We're at a pub with friends for a Sunday lunch. Their baby is snoozing peacefully in his buggy. We're taking turns walking up and down, pat shushing, trying to settle our screaming baby. Again.
Toddler group. All the children are sitting on the floor singing the wheels on the bus, merrily making the actions. My son is sitting on my lap sobbing, trying to cover his ears.
We head off to a pre-school mini football class. The other children all shriek and run around after the balls having a whale of time. My son won't come out from behind my chair and when I finally manage to coax him out and get him to kick a ball to me, he cries if I take a step from his side.
It's his fourth birthday. We've hired a magician and he's got to dress up like a pirate. He doesn't want to be the magician's helper. He reluctantly joins in the party games. He cries when everyone sings happy birthday to him.
He's getting dressed for school. Or rather, he isn't. He's making a fuss and not putting his shirt on. Eventually I ask him why he won't put his shirt on. Apparently the badge on the shirt is scratchy. I get him a shirt without a badge on it. He puts it on happily.
It's the dreaded time of day - school drop off. I take him into the playground. He clings to me, like every other day for the last year. He cries. He says he feels sick. A teacher has to peel him off me. He screams and tries to escape. I have to just walk away and it breaks my heart. They assure me at pick up that he was fine once I left.
'Your son doesn't say much in class, but when he does, it is stunningly well thought out as though he has thought very deeply about the answer and is almost adult in his approach,' to quote his reception year teacher.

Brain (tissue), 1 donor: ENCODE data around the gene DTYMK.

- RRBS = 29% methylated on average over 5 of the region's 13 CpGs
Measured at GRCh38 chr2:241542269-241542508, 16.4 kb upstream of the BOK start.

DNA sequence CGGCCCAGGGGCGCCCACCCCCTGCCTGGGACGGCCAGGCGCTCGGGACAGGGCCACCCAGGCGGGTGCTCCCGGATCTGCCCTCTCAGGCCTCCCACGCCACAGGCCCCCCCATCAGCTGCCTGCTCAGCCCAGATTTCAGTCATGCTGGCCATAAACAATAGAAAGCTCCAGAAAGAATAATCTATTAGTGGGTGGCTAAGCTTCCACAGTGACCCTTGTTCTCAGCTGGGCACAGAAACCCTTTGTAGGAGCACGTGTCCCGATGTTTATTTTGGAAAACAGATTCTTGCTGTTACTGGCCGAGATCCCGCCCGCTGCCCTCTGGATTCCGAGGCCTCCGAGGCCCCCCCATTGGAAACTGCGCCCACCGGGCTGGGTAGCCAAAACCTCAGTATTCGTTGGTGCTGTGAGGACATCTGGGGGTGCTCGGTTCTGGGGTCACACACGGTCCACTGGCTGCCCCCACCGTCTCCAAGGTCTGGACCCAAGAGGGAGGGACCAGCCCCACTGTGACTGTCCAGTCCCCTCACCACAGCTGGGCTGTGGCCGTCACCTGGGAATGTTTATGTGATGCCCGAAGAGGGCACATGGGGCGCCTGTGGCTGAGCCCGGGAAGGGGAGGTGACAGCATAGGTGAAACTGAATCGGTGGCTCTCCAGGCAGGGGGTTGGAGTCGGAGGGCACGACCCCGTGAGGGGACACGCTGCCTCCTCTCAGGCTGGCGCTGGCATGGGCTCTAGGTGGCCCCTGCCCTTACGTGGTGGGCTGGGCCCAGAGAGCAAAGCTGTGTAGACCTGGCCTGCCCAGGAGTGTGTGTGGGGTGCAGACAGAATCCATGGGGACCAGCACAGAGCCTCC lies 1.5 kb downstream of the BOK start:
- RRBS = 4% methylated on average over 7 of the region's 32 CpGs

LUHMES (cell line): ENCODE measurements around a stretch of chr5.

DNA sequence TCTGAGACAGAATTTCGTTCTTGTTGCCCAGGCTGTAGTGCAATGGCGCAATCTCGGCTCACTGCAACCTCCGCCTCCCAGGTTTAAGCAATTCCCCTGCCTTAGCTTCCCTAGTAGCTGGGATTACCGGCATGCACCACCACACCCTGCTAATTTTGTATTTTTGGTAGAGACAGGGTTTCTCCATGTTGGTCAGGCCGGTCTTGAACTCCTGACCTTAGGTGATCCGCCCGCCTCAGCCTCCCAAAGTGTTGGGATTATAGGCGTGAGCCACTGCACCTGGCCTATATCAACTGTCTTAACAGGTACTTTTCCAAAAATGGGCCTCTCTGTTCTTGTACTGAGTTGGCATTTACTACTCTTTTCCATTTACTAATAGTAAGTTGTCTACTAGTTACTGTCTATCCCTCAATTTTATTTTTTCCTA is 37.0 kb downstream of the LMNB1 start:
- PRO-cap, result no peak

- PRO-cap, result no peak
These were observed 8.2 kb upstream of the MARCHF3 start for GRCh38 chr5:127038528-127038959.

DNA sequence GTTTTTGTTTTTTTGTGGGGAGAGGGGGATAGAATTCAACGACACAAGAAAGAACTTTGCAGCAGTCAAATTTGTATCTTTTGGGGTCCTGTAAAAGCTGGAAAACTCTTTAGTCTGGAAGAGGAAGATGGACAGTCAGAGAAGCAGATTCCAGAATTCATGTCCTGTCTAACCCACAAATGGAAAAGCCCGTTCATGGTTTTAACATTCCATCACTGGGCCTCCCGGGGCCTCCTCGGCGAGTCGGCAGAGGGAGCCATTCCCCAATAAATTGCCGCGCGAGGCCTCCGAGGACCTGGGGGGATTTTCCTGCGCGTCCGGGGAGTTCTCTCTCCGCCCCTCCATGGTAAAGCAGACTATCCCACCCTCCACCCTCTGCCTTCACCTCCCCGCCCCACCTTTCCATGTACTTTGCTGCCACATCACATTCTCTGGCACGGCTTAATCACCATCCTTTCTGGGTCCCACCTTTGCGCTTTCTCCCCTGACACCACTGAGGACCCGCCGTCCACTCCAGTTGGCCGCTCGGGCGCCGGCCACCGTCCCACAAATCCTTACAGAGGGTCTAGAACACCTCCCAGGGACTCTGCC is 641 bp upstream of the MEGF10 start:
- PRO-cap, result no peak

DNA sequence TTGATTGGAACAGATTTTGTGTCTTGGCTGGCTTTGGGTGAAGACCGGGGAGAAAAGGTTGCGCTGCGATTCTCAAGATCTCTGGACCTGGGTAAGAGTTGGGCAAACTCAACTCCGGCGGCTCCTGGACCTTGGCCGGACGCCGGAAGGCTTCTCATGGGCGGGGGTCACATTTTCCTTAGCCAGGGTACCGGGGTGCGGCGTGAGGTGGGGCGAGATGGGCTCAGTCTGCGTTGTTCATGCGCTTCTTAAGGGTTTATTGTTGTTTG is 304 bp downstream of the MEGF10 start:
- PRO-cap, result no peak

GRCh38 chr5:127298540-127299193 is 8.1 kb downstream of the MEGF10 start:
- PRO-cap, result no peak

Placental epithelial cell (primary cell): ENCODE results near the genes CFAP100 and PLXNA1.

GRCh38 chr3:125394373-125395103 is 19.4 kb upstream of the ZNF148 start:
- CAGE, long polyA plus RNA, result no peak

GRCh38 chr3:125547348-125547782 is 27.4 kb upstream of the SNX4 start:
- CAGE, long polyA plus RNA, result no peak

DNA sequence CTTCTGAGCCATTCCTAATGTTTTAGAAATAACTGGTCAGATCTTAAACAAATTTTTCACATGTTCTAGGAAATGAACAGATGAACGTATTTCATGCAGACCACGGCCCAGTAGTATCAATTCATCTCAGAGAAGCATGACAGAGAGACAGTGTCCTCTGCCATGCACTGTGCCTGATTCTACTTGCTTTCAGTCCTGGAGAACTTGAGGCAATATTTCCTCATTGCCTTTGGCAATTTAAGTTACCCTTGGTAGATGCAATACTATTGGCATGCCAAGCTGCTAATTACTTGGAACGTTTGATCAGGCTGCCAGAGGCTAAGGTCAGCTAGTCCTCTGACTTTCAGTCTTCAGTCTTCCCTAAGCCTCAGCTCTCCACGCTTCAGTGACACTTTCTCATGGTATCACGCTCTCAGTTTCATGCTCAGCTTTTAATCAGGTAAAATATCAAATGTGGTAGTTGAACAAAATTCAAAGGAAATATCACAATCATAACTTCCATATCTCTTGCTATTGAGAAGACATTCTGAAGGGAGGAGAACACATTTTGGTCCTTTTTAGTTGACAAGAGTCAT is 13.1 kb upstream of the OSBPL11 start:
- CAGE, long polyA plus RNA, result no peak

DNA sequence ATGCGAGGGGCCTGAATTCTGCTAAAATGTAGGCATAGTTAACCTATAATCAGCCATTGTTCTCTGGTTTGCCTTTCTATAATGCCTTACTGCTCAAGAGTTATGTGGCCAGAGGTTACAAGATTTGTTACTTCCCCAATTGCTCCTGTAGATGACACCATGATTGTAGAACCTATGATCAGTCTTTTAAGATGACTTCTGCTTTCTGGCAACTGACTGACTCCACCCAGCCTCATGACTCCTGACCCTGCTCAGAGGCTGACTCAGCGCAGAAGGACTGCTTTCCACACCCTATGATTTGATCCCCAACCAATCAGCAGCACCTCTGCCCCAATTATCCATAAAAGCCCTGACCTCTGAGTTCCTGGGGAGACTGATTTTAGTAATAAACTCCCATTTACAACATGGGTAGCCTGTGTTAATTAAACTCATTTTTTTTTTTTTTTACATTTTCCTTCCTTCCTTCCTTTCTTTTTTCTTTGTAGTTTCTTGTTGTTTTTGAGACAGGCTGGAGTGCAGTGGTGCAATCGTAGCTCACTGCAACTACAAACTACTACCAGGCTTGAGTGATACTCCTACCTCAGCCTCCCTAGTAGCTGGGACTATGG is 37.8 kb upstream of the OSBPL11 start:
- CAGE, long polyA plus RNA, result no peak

Monday afternoons, our worst day of the week. Swimming lessons. He shouts and yells that he isn't going. 'I hate it,' he screams. I get him in the pool, refusing to negotiate on this point. The swimming instructor tells off the little girl next to my son for not listening. My son bursts into tears, his lip wobbling for the rest of his lesson while his goggles fill with tears.
This is my son. I have written about him before:
What to do when you don't like your child
When we send him off to camp
For seven years I have been at a loss to know what to do with him. Nothing seemed to work. I'd always known he was sensitive, but as he got older, it seemed to me that many really undesirable qualities were coming to the fore: selfishness, laziness, aggression, drama queen tendencies.
But last week I was in a book shop and saw a book called The Highly Sensitive Person. It just seemed to leap off the shelf at me. I didn't buy it but went home and googled Highly Sensitive Children. And hey presto, up popped a web site with a quiz in which you answered questions about whether you have a highly sensitive child. So I did it. And no surprises, but he ticked just about every box. I ordered the book - Highly Sensitive Children by Elaine Aron - immediately and have spent the last few days reading it cover to cover.
It made me weep. Genuine sobbing and an immense feeling of guilt. How could I not have seen this in my child? How is it that I'd never heard of this as an issue? How could I have made so many mistakes with him? I wished with all my heart that I could take back the years and do them over again.
In case you, like me, were not aware of Highly Sensitive Children (HSCs), they make up 15 to 20% of the population, too big a proportion for this to be so unknown. It's NOT a disorder. It is NOT aspergers or autism. In short, a highly sensitive person absorbs more and processes everything more thoroughly. To quote the book:
"HSCs are born with a nervous system that causes them to prefer to observe all the subtleties in a situation and to process all of this information deeply before acting. As a result, HSCs tend to be highly reflective, intuitive and creative (having a strong sense of how things came to be how they are and what could happen next); conscientious and concerned about fairness and what others are feeling; and aware of subtle changes, details or 'what's missing in this picture'. The trait also causes them to be more easily overwhelmed and hurt, both physically and emotionally; slower to warm up or join in; and sometimes quiet and unwilling to speak (in groups).